Again this step is optional but I thought it could be useful as it helps keep things clean and organized and also helps with computer performance. Group all the layers together that are involved with your main subject by selecting them all while holding shift and pressing Ctrl+G on PC or Cmd+G on Mac. This will group them together. By right-clicking on this group you can convert it to a smart object. Making it work as one layer, however, you can double click on the thumbnail and edit it in its own window. A nice little feature that can be very helpful in certain situations.
Moving on to the overall lighting, we’ll start with the backlight. Above the Background layer create a new layer (Ctrl+Shft+N on PC and CMD+Shft+N on Mac) and name it Backlight. Brush in white with a nice big soft brush a soft light behind the right side of your model, similar to below. This will help extenuate the highlights later.
Before going forward let’s sharpen up our image to give it a real studio feel. This can really be done whenever but I chose to do it here. With the smart object layer selected go to Filters>Sharpen>Smart Sharpen, my personal settings can be seen below but your own image may require a different touch.
Next, bring in a new layer on top of the subject layer and name it “Highlight”. Right-click on this layer and make it a clipping mask to the subject layer. This will make sure it only applies to the subject layer and not the Background. Brush in, with a big fluffy brush at about 20% opacity a little highlight on the right side. Set the layer’s blending mode to overlay. Be careful not to overdo it, this will cause pixels to distort and end up looking bad later. A soft touch is encouraged here.
We’ll do the opposite on the left side. A new layer named “LowersideShadow” with a clipping mask down to the subject’s layer. Do roughly the same as above but with a black brush.
Repeat the last step but this time with a normal blending mode and focusing more on the upper left than the lower. It may seem tedious but layering here will help create nice realistic shadows.
Here you can do the other clothing items and accessories. I chose to focus on the hat and add a slight shadow to the left just to give it a little bit more shape.
Now that we have some of the basic shadows down we can use adjustment layers to really deepen the shadows and highlights. We’ll start with the shadows. Go to Layer>New Adjustment Layer>Exposure. Again make it a clipping mask. Below you can see my settings to get a nice deep shadow (however again yours might be different). This will darken the whole image, to change this you can use the same asking technique as before on the adjustment mask by selecting the white mask thumbnail on the right and painting in black the areas where you don’t want the adjustment. After painting this in you should have a nice smooth and dynamic shadow on the left similar to below.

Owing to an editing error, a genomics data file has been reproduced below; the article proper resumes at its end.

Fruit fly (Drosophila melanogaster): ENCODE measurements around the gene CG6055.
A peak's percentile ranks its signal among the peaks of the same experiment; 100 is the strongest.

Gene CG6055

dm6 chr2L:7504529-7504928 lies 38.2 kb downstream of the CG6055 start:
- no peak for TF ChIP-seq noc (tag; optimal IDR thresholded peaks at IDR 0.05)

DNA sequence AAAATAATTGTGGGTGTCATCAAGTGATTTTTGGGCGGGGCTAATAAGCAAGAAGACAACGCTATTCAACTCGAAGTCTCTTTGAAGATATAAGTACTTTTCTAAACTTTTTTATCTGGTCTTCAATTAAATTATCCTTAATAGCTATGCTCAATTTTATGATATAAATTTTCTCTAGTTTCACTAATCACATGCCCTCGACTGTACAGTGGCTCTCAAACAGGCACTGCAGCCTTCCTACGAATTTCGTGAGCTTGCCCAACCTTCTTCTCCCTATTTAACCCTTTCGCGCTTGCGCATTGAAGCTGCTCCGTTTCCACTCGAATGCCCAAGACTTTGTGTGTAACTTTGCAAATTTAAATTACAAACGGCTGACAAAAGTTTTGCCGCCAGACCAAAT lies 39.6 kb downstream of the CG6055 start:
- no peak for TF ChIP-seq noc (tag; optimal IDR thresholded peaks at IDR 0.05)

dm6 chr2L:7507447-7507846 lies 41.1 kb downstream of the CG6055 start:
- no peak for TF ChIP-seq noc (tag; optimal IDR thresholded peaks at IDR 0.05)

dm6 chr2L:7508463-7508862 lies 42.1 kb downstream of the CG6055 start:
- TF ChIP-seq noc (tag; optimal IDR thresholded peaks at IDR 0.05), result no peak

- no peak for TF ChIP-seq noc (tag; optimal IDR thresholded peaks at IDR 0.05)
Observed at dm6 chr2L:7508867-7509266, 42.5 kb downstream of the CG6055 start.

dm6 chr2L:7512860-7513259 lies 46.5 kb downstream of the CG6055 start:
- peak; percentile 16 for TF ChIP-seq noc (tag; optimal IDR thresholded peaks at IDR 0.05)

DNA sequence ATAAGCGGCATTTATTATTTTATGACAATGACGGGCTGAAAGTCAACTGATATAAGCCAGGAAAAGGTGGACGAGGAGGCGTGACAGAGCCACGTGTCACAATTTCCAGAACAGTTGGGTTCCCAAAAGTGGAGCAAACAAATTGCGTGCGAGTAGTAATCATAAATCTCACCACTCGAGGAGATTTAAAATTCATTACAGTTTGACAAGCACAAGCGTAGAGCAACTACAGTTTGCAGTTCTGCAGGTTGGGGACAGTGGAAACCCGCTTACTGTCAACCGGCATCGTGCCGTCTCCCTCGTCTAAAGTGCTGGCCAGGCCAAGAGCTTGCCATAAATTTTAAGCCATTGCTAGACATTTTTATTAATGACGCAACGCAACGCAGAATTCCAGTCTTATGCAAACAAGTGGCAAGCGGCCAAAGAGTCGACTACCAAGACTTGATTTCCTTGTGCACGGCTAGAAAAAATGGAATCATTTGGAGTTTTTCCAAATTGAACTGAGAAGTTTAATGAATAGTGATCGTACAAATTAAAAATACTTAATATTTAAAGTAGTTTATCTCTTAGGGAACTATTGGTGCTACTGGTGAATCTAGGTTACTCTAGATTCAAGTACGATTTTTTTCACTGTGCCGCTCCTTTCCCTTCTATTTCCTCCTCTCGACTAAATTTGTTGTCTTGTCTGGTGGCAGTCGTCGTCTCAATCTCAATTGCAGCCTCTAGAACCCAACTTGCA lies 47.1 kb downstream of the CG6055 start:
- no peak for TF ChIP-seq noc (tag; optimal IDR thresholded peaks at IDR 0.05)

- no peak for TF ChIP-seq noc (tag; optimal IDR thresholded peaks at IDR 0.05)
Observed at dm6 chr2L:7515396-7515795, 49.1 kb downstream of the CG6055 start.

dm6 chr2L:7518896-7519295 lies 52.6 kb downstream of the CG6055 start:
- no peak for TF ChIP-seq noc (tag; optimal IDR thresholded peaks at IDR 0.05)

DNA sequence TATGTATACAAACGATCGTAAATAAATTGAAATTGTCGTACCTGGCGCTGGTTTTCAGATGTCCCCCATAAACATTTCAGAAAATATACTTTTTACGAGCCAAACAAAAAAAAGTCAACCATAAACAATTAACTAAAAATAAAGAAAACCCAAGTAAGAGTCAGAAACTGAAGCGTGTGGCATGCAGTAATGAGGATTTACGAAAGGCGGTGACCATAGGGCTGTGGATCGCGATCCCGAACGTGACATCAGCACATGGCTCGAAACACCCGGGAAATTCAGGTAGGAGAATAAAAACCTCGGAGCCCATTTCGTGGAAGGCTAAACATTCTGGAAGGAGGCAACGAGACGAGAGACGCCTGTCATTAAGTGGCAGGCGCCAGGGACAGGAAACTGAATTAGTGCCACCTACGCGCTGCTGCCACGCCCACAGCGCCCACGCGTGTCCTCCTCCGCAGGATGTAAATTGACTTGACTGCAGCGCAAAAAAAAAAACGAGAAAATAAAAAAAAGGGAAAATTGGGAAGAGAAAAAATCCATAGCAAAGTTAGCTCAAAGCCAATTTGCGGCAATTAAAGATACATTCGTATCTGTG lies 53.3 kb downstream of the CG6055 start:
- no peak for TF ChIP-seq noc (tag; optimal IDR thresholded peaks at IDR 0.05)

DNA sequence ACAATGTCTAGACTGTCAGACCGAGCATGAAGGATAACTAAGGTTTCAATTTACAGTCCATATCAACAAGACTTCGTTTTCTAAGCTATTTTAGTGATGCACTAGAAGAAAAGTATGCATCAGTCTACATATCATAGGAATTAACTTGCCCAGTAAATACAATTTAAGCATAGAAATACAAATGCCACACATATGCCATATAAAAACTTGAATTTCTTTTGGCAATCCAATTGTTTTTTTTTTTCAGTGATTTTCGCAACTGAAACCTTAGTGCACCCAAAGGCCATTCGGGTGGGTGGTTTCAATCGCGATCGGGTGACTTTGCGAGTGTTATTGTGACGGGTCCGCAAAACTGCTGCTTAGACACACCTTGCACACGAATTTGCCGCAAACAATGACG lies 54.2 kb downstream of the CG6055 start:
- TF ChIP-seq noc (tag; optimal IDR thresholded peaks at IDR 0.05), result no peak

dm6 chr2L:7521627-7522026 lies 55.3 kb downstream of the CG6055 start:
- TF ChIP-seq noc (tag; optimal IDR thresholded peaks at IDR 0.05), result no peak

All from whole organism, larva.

Now we can do the opposite for the highlight on the right. My exposure settings are below. Bear in mind that upping the exposure can very quickly distort colors and pixels so I even lowered the opacity of mine to ease it in.
A minor step but a little detail that adds a bit to the overall portrait is the reflection of the lights in the eyes. I simply used the Elliptical Marquee tool (M) and draw in some white reflections on a separate layer. Again this is minor but helps bring the eyes out a bit which is very popular in-studio shoots.
From here we can get into some overall color editing. This part can give the image its overall mood so your direction may differ from mine and I encourage you to experiment and play with adjustment layers to get the effect you’re looking for. I like to start with a Levels Adjustment (Layer>New Adjustment Layer>Levels).
Next a little black and white (Layer>New Adjustment Layer>Black and White) with a lowered opacity can give it a darker mood and a more “Classic” look.
However I am not going for that look, but the black and white layer placed before the adjustment colors will give an interesting look. So let’s bump the vibrancy back up with a Vibrancy (Layer>New Adjustment Layer>Vibrance) layer to get some of the brighter colors to pop for our gradient maps.
Finally, I usually end with Gradient Maps (Layer>New Adjustment Layer>Gradient Map) to unify the overall image with a similar set of colors, the gradient presets work very well here and are a popular choice for myself but must be eased in as Overlay blending modes and lowered opacities.
And we’re done! Congrats on you’re image! Hopefully, you learned something new here today and had fun creating this humorous and whimsical image!
Download the PSD Dog Portrait.zip | 213 MB
Tutorial by Jacob Pryor
Congrats! Hope you enjoyed and found my tutorial very informative! Feel free to message me with questions, comments, and critiques on how I can better write my tutorials!